Kerim is a 25-year-old from Turkey, who is a volunteer at Kindergarten Punamütsike in Võru. He applied for this voluntary project because he had volunteered in projects before and wished to volunteer in the field of education. Through this work his goal is to have an impact on the youth, as they will become valuable members of the society in the future. He has been in Estonia for 8 months. EstYES did an interview with Kerim about his impressions of Estonia.
What Estonian food would you like to introduce to your family?
I have tried some of the dishes but I cannot say that I am very fond of the Estonian cousine. However, there are many desserts that I like eating very much, such as Kringel (my favourite), Mannavaht, Vastlakuklid and Meekook.
And also Kohuke, it is a great snack. When I arrived here and asked people what I should eat for something traditional, the first thing they said was Kohuke. When I shop, I always buy some, especially the strawberry ones are the best ever (at first you might not like it at all but give it another try and you will see that it growns on you)
I will definitely take Kringel and some Kohuke with me for my family when I go back.
If you could have a dinner with one Estonian celebrity, who would it be?
This is not one person but I couldn’t seperate them if I had the chance, so it would be the authors Epp Petrone and Justin Petrone. I have read some of their books and quite enjoyed them. The books that they wrote (Minu Eesti and Minu Amerika series) helped me understand get to know more about the country from a different perspective.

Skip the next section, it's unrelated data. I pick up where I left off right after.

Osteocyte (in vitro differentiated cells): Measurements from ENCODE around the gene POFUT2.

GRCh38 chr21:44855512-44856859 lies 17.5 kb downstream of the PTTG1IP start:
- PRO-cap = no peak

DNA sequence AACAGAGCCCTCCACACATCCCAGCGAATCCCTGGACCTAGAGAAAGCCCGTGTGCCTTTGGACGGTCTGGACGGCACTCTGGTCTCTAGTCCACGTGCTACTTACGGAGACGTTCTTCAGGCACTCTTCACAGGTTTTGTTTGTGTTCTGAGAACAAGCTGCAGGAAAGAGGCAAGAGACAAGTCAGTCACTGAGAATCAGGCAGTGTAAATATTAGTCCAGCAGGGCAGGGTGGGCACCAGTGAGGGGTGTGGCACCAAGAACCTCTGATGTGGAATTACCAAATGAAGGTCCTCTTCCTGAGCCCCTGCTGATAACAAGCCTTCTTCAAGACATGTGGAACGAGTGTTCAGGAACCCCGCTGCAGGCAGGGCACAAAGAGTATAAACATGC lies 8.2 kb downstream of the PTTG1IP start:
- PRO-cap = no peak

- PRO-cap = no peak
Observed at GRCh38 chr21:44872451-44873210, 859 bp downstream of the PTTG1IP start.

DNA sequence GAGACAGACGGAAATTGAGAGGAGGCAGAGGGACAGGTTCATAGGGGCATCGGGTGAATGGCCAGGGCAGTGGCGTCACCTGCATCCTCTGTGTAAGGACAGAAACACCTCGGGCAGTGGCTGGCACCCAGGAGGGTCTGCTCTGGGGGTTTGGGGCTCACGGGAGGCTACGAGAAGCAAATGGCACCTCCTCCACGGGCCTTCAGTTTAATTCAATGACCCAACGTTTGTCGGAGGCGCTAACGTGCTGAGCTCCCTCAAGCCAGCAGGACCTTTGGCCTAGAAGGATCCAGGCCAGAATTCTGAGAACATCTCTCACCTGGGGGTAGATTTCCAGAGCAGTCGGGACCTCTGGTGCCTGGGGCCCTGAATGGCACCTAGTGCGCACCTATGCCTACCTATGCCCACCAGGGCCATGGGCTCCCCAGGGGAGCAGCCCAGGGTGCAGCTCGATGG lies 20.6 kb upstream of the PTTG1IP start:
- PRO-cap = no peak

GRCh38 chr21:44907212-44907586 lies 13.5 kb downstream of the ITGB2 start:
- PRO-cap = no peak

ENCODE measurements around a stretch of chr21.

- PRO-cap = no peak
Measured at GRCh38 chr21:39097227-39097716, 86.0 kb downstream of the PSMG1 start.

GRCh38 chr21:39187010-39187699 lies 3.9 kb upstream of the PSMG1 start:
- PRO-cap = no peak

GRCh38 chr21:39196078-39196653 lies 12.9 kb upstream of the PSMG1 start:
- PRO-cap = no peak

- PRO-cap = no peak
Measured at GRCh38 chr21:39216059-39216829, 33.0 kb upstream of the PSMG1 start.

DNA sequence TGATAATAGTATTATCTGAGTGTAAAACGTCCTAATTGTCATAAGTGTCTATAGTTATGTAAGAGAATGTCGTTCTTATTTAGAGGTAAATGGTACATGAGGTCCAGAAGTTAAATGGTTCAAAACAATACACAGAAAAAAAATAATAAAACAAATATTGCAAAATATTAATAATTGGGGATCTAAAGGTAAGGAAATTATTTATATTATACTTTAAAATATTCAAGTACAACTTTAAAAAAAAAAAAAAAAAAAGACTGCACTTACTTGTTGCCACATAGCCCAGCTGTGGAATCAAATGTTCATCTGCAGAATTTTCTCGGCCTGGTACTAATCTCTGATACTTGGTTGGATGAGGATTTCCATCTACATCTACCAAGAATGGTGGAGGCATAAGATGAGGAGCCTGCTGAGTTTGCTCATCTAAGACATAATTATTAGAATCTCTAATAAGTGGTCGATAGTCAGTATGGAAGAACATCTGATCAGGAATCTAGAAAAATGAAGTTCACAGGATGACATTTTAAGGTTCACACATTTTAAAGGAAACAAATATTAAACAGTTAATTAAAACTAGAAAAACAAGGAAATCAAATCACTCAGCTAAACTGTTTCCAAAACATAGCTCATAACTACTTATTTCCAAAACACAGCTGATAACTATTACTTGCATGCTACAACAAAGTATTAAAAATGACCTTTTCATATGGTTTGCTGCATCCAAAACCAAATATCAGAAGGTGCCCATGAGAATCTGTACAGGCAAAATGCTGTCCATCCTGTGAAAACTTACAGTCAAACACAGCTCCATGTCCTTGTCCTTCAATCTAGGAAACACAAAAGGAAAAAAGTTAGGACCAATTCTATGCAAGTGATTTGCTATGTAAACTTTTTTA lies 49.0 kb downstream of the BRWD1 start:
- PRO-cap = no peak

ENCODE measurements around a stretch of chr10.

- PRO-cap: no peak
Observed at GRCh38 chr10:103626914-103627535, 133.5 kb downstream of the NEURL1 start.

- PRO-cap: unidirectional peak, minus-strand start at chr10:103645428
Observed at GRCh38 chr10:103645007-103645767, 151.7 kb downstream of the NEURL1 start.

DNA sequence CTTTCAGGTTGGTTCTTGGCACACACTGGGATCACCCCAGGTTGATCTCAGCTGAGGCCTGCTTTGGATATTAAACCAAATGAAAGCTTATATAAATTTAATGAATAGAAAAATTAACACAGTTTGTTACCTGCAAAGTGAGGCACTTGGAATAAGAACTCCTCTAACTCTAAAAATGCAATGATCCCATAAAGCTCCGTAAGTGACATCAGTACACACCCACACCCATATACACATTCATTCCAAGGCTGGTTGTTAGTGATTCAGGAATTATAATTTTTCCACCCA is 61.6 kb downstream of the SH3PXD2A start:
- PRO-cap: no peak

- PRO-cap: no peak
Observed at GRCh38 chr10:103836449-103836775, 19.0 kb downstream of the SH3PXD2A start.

What is your favourite word in Estonian and why?
It is definitely Oota which means ´wait`. When it is said to me, I can’t help laughing because it sounds very funny to me. It is also one of the most used words in the kindergarten.
What do you like about Estonian nature?
I adore the incredibly well maintained nature preserves throughout the country.
As I grew up in Istanbul where there are no forests and lakes, it is so fascinating to be in a country like Estonia. The countryside is mesmerisingly beautiful. Before I came here, I had never gone for a hike and I ,in short, loved it. In the forest you can see many holes that animals live in such as badgers, foxes, wolfes like you see in documenteries.
And as I like to call it, Estonia is a country of beautiful lakes. Whereever you go, that city has a lake which is an interesting fact. My favourite one is Rõuge Suurjäv that is the deepest lake in the country with a great view.
All the countries I have been to, never have I seen a country this green before.
Which place in Estonia would you like to visit and why?
Speking of which, picturesque Rõuge is undoubtedly the most beautiful town I have been to in my whole life. I can not define its beauty in words, hence you should see it yourself, especially in spring. It’s crucial that visiting Rõuge must be your first priority if you want to visit a non-city place in Estonia.
Also there is a city called Valga which is a border city basically. For a person who comes from Schengen area, it might not be as intriguing as it sounds but for others, you can be in two countries in the same breath which is pretty cool.
To visit, I have a desire to go to Saareema (the biggest island of Estonia). I was planning to visit it in May but because of the pandemic I couldn’t. I hope before I leave I will have the opportunity to do so.